Sea Change in South China Sea. (Marine Science)
Tibbetts, John, Environmental Health Perspectives
The South China Sea is one of the most biologically diverse marine ecosystems in the world. That's why the seven Asian nations that border it--Cambodia, China, Malaysia, Indonesia, Thailand, Vietnam, and the Philippines--agreed last year to a United Nations Environment Programme/Global Environment Facility (UNEP/GEF) project to reverse environmental degradation trends in the region. Pending final approval, the project would provide $32 million to improve environmental health in the South China Sea region. Half the $32 million is coming from the GEF, and the other half from participating countries and donors.
Rapid economic development and population growth have created significant ecological damage in coastal and marine areas of the seven South China Sea nations. "You've heard of the `East Asian Miracle,' says Alfred Duda, senior advisor on international water issues for the GEF Secretariat. "A part of the East Asian Miracle is rapid development without the environmental aspects being accounted for, and the result is downstream degradation of water and other resources."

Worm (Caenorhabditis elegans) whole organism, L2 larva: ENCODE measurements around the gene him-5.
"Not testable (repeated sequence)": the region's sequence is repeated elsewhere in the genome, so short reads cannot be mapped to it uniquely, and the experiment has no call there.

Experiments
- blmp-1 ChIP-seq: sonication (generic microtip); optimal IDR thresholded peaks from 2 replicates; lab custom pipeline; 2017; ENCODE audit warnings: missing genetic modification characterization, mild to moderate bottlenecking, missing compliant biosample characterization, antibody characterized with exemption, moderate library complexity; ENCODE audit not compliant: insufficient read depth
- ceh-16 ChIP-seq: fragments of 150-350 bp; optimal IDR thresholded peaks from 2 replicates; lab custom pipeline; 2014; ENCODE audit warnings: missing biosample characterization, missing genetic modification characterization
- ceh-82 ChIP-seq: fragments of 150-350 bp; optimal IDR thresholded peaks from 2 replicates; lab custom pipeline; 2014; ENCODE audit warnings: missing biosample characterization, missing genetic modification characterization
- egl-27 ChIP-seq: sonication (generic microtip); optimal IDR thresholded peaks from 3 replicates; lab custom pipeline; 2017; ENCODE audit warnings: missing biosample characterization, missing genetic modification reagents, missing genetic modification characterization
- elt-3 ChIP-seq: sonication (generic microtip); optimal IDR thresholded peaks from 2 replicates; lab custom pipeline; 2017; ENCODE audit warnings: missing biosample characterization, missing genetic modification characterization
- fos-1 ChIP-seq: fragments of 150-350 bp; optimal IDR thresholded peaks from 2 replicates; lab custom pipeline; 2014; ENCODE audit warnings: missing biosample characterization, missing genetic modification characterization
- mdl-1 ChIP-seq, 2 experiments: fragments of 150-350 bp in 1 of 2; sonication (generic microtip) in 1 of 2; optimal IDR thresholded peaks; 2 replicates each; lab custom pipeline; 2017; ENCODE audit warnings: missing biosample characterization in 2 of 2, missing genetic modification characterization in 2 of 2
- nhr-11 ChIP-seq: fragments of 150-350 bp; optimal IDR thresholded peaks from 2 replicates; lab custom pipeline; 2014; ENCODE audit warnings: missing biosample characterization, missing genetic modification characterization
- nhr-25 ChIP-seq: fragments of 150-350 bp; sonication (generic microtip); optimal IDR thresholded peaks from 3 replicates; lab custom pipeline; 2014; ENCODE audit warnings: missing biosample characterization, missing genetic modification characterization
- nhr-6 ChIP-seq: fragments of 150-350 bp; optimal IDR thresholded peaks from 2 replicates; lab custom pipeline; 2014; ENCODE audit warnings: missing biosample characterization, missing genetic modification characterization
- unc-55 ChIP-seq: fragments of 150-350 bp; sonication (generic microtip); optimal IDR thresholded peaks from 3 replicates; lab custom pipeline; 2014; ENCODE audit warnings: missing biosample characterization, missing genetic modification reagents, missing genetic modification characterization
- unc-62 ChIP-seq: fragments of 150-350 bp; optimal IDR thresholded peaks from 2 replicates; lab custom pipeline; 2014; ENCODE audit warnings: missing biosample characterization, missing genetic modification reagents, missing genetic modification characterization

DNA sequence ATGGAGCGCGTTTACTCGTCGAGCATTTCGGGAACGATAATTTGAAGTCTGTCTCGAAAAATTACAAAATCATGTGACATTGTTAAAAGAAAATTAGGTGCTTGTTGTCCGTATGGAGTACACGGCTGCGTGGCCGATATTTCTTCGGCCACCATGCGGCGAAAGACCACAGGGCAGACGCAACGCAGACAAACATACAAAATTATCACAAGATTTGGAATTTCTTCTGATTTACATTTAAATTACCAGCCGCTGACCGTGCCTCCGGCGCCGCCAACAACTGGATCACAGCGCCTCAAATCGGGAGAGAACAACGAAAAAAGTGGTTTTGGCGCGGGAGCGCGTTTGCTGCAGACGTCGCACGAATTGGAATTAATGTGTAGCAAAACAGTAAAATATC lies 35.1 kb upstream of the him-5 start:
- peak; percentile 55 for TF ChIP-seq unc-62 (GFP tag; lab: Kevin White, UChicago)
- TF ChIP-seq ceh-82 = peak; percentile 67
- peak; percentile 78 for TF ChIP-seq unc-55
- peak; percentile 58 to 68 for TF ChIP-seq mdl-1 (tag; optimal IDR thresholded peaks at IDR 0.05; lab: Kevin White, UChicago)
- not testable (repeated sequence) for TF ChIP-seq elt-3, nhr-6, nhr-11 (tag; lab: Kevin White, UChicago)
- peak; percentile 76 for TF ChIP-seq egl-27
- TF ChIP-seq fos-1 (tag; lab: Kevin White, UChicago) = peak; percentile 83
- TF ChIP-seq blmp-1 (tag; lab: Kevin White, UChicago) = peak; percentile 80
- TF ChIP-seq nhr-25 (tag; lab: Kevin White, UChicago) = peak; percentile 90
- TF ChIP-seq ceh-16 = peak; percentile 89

At least 270 million people now live along the coastlines of the seven nations, and the coastal population is expected to double over the next 30 years. The primary environmental threats in the South China Sea include mangrove destruction, sewage pollution, exploitive fishing practices, coral reef degradation, and damage to sea grasses and wetlands.
Almost 70% of the region's mangrove forests have disappeared in the past 50 years due to destructive shrimp farming practices, overlogging, and increased development and tourism, says Hugh Kirkman, coordinator of marine and coastal matters for the East Asian Seas Regional Coordinating Unit, the secretariat of the Coordinating Body of the Seas of East Asia. Large-scale disappearance of coastal mangrove forests has led to sediment erosion, water pollution, and a critical loss of nursery habitat for young fish.
Moreover, an estimated 60% of coral reefs in Southeast Asia have been severely degraded or destroyed. …